The extras included in this release mirror the Japanese releases pretty well. The third episode's extras are a pair of video interviews with the voice actors for Kapaeru and Sat-chan which run just about eight minutes total. The extras for the second episode include the video interviews of the voice actors for Chapeauji and Yuri, both of which also run just around five minutes combined.

Content: (please note that content portions of a review may contain spoilers)
Demon Prince Enma provided a pair of rather solid episodes in its first volume that were essentially standalone pieces but with ties that bind them together. A larger plot, as large as it can be for a four episode series, has been looming throughout it and it comes together in the third episode. Where it takes an unexpected and somewhat poor turn is that across the ninety minutes these two episodes run, the lead characters are off screen for about seventy-five percent of it.

The various events in the first volume that caught several people up in the supernatural continues on here as Kapaeru's attention on young Sat-chan keeps Enma close to what's going on. Kapaeru's involvement with Sat-chan is a nice touch as it continues to make him the most human of all those that work with Enma and it allows for some highly amusing scenes. Having Enma meet up with her for an ice cream cone among a rather lushly animated scene is priceless. All of this is just foreplay however to the brief but disturbing events that occur as one of the older demons that Enma had thought he had eliminated some time ago surfaces again. Its influence has caused plenty of bloodshed over the years but it now appears to be back and even more dangerous than before.

This revelation simply infuriates Enma but once it comes up the bulk of the cast is shifted to the background. The demon that Enma is after has set up residence in an abandoned hospital but has pulled the neat trick of setting up various doors around the city from which it can draw people in. A group of strangers is brought in to the hospital through these doors, each of them with a measure of darkness in their hearts. Once inside the building the exits disappear and the horror starts. This horror also has its hooks firmly in Yuki as it uses her to terrorize those that it has lured into the building. Across the bulk of the first episode and the entirety of the second episode, the strangers explore the house and are slowly killed off one by one. The use of Yuki is the only real tie to Enma there is up until Enma himself shows up late in the game which is somewhat problematic.

As a traditional supernatural horror story, this is a good one as it ratchets up the atmosphere just right. Whittling away at the cast while exposing their darkest secrets is a standard story element that's worked effectively here. Some of them are obviously more interesting than others with Yuri being the most interesting as he secrets are revealed. The flaw continues to come back in that other than Yuki making token appearances here and there to add a new element of surprise it lacks the core cast. Having Enma off stage for so long hurts the episodes in terms of being a show about the demon prince. If it was just a supernatural horror story inside an anthology or something it'd be a very entertaining piece on its own. When it does tie things back together with Enma it comes across much better and brings in some of the things that made the series so enjoyable in the first volume. The bookends of these two episodes is some of the better material of the series but the middle is just as good but for different reasons.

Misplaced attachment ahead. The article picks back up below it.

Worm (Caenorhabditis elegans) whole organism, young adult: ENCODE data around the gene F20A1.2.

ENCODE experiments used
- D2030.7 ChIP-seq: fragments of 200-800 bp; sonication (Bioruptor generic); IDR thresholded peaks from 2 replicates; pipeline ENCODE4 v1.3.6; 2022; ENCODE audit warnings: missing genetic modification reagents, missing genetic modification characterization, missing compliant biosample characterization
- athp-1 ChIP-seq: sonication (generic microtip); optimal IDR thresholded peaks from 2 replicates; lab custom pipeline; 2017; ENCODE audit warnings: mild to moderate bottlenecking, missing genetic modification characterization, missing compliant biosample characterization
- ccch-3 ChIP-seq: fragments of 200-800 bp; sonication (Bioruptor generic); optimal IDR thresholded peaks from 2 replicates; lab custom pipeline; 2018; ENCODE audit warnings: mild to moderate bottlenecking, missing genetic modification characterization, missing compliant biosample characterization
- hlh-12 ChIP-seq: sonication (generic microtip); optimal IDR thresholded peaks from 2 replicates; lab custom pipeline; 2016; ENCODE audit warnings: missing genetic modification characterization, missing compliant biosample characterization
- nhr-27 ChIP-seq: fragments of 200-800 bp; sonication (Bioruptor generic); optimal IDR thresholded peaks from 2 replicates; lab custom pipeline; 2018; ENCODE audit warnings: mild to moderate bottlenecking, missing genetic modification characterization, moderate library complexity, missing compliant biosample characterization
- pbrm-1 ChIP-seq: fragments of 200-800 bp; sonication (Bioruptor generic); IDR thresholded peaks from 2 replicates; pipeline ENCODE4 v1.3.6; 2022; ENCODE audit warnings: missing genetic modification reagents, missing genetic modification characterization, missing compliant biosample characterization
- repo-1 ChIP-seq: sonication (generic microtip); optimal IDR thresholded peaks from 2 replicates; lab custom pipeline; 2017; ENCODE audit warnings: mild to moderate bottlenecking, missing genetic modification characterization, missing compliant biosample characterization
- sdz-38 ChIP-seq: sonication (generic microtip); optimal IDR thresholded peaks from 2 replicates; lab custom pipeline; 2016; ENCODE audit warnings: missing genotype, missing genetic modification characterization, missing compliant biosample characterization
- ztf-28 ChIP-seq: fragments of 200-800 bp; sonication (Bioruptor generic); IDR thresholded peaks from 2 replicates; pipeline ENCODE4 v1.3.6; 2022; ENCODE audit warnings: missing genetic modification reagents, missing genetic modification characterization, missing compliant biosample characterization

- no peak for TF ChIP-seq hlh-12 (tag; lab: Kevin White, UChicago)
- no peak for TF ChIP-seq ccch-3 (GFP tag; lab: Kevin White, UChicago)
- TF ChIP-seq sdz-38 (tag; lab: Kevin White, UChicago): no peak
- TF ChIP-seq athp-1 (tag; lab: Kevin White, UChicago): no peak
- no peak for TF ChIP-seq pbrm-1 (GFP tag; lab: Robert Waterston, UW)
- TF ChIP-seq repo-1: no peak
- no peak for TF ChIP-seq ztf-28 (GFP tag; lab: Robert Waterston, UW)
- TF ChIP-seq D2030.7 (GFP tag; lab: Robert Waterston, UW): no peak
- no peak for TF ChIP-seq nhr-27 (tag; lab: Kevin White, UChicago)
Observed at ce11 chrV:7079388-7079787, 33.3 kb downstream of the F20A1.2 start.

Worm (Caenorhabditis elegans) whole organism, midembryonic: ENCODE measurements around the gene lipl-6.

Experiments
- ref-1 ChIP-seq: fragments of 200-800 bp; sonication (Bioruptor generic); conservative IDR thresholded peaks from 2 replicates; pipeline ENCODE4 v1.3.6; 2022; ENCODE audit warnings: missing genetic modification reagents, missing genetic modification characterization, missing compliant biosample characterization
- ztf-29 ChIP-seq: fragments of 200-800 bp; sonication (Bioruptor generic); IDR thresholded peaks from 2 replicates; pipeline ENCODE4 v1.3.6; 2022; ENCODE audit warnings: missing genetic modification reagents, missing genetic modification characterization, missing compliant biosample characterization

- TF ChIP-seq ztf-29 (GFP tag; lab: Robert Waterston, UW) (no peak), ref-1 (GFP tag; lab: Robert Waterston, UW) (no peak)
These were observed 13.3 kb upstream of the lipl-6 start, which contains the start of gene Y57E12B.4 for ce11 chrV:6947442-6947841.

The visuals for these episodes are a bit different than the first pair. The beginning and ending portions are similar, particularly in the first episode where it deals with a similar plot device to the first volume. When the story shifts to the hospital however the design of it takes on a very CG feel. The camera movements throughout the hallways and the room has such a heavy CG feel to it that it feels out of place compared to the atmosphere of the first volume. The shadows are no longer quite as dark or menacing and the movement of the camera feels too unnatural when it goes along. The CG animation also introduces a lot of color banding in the source which can get fairly distracting at times, especially since it's so hued in oranges and other murky colors.

In Summary:
Demon Prince Enma offered a lot in its first volume with a show that was mature without being sensationalistic. It's a hard edged supernatural horror story that doesn't pull its punches. While some of the nudity does of course feel tacked on to be more titillating, it doesn't come across as poorly done. The storyline that wraps up the series is a bit unconventional as it takes the lead character and places him offstage for quite some time but overall the series really won me over. Go Nagai's works have never been my favorite but this is one of the few that turned out to be quite enjoyable, effectively atmospheric and entirely engrossing.

Japanese 5.1 Language,Japanese 2.0 Language,English Subtitles,Voice Actor Interviews

Review Equipment
Sony KDS-R70XBR2 70" LCoS 1080P HDTV, Sony PlayStation3 Blu-ray player via HDMI -> DVI set to 480p, Sony STR-DE835 DD/DTS receiver, Monster component cable and Panasonic SB-TP20S Multi-Channel Speaker System With 100-Watt Subwoofer.